Back from the Labour Day holiday, US markets were mixed following a weaker-than-expected manufacturing ISM report. In contrast to forecasts for a rise to 50, the index fell to 49.6 from 49.8. This is the third month below 50 and is a signal for worry. I certainly don’t dismiss it.
But before all the worms come out of the woodwork, it pays to actually understand what a number below 50 means. Obviously it’s a sign that the manufacturing sector is contracting, although some of the hard data still remains more positive. Watch this space – it is a sign only, not categorical proof. For the economy more broadly, the ISM suggests an index of 49.6 is consistent with growth at 2.4 per cent – or around trend.
So that’s consistent with the GDP figures we’ve seen over the last few quarters. And that is confirmation of trend growth. Maybe offsetting that news was the huge double digit growth rates recorded by US car makers in August – Toyota up 46 per cent, GM and Chrysler up 10 per cent to 14 per cent.
In any case, falls were generally modest with the S&P off 0.1 per cent (1404), the Dow down 0.4 per cent (13035), while the Nasdaq rose 0.3 per cent (3075). The damage done to commodities was fairly minor too, and while crude fell a solid 1 per cent or so ($95.55) gold was up another $10 (1698) and silver shot up 3 per cent because you know that QE3 to infinity is a done deal.
Over in Europe, those comments from Draghi about bond buying I mentioned yesterday saw a sharp fall in Spanish and Italian yields overnight – must be quite a few US holders – and short end yields slumped – the Spanish 2-year down 45 bps to 3.02 per cent. The 10-year yield was off about 20 bps for Spain (6.56 per cent) and 10 bps or so for Italy (5.58 per cent). European equities were however weaker (-1.2 to -1.6 per cent). For the US, treasuries did little – the 10-year at 1.57 per cent, the 5-year at 0.62 per cent and the 2-year at 0.24 per cent. Australian futures were off 2 to 3 ticks with the 3s at 97.57 and the 10s at 96.97.
Otherwise for the price action we saw Australian dollar off about 50 pips, following that post RBA spike, and it sits at 1.0225 as I write. Euro fell about the same, to be at 1.2564, while sterling and Yen are at 1.5873 and 78.4 respectively.
Not really much else to report for overnight, so I’ll turn to the RBA’s decision yesterday. The decision to keep rates steady was obviously widely expected, although the consensus appears to be that more rate cuts will come. That may end up being the case, and I did detect a slightly more bearish tone to the board’s statement yesterday, although overall the press release was little changed from last month. So when I say slightly I mean ever so slightly. The board still see global growth at around trend this year and described the domestic economy as being around trend as well. Both the same as last month, although they emphasised the downside risks to the globe more directly this time and of course the domestic assessment continues to be an understatement. Domestic demand, which is what the cash rate influences, is actually growing well above trend (5 per cent year-on-year).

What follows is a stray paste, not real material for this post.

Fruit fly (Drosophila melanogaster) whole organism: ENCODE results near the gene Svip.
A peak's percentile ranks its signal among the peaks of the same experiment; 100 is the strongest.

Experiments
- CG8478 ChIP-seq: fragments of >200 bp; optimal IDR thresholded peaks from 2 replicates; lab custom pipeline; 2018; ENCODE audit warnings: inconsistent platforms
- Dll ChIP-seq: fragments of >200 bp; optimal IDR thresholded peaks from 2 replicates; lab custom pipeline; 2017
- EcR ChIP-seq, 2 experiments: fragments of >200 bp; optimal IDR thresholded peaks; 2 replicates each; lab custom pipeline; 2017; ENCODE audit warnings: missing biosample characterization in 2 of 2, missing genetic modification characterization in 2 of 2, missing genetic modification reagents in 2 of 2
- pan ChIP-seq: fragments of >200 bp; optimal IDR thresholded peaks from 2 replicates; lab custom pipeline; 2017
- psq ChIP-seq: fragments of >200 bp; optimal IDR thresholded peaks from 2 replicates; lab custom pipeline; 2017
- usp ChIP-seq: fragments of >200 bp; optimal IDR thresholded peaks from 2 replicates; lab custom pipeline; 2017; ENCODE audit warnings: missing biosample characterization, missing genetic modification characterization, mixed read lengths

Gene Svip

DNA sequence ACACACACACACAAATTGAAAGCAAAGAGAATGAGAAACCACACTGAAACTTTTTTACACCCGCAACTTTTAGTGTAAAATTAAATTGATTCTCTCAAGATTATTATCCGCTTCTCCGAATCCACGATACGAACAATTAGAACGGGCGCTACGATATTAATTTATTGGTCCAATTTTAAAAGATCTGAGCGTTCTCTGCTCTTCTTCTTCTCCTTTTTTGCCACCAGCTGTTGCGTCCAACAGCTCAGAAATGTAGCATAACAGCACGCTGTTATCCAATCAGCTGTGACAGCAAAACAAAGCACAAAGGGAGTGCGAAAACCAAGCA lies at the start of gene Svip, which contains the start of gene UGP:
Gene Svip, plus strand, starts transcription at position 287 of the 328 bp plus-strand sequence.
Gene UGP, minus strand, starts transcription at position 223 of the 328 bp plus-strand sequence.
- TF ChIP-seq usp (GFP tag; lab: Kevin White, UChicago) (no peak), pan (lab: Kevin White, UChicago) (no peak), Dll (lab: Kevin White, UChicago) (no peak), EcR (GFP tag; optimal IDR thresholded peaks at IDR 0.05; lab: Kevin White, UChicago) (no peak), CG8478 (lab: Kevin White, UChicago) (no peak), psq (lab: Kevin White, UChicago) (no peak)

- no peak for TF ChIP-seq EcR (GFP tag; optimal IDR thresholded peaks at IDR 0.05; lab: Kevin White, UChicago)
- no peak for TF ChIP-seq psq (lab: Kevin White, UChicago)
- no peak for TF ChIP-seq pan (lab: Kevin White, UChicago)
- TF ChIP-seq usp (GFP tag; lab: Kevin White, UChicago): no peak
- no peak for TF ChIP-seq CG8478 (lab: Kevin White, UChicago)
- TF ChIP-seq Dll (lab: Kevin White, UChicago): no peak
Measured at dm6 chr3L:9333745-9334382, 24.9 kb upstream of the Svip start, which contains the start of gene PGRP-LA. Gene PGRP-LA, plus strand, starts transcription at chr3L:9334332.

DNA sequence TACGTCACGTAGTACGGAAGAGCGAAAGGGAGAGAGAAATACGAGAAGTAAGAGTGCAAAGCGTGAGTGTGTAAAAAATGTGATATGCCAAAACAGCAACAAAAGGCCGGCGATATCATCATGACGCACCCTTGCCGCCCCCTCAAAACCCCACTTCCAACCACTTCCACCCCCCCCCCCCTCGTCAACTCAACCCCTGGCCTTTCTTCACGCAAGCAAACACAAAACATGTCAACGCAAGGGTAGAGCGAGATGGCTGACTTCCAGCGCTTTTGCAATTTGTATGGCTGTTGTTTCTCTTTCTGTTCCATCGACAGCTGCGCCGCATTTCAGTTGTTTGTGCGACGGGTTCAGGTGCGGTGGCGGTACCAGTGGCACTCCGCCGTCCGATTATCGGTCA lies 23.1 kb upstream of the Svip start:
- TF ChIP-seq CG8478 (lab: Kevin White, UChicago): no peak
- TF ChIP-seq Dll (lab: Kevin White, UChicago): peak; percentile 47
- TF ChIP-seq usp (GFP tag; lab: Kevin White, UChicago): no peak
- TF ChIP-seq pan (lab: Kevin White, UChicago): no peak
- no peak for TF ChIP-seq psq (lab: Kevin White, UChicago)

Other than that, the only eyebrow raising moment was the board’s assertion that some of the strength in consumer spending has been temporary. This a common misconception with no factual backing, so I am surprised the board mentioned it. Why state something that isn’t true? As I said, ever so slightly, but we do need to be careful on this issue. It was only recently that the lie of consumer weakness, that I exposed through 2011, was begrudgingly accepted as such by the consensus.
At this stage then I still don’t think calls for further cuts are really based on anything. The economy is above trend, the terms of trade are still exceptionally high, the unemployment rate is low and the labour market still very tight – despite repeated forecasts for a rise in unemployment. Moreover the Australian dollar has come off and no one can state categorically that is significantly overvalued, or argue that it is harming the overall economy (which is growing above trend). More to the point, underlying inflation, which I estimate is sitting at 2.5 per cent (higher than the RBA’s estimate of low 2’s) has likely troughed. At the very least the risks are evenly balanced.
In contrast the ‘case’ for lower rates I’ve seen from lobbyists, industry reps and political propagandists are based on outright lies, a disingenuous discussion of data and forecasts, which history has shown have been repeatedly wrong. But then again these people don’t have the national interest at heart.
On purely economic grounds then, I suspect the RBA will remain on hold with the data as it currently stands. Having said that, I’m still very unsure as to what paradigm the board are operating on given their panic cutting since late last year. None of the ‘insurance’ was needed as it turns out (it was actually confidence destroying) and it was done at a time of rapid economic acceleration. I still think they can be unduly swayed by the news flow then, as there is no other way to rationalise those cuts – the behaviour is very erratic.
On to the day ahead, we get GDP at 1130 AEST and indications to date are that we’ll get a very good number: 0.7 per cent to 1 per cent. Partial indicators suggest strong household consumption and decent net export contrition. One of the more interesting features was the strong lift in public spending. There is certainly no fiscal contraction underway as was argued would be the case by many Australian economists. Indeed government spending continues to accelerate.
Looking abroad, eurozone retail figures are due alongside the lower tier services PMI. Then in the US, unit labour costs and productivity are out.
Adam Carr is a leading market economist. See Business Spectator's glossary for definitions of technical terms used in SCOREBOARD articles.
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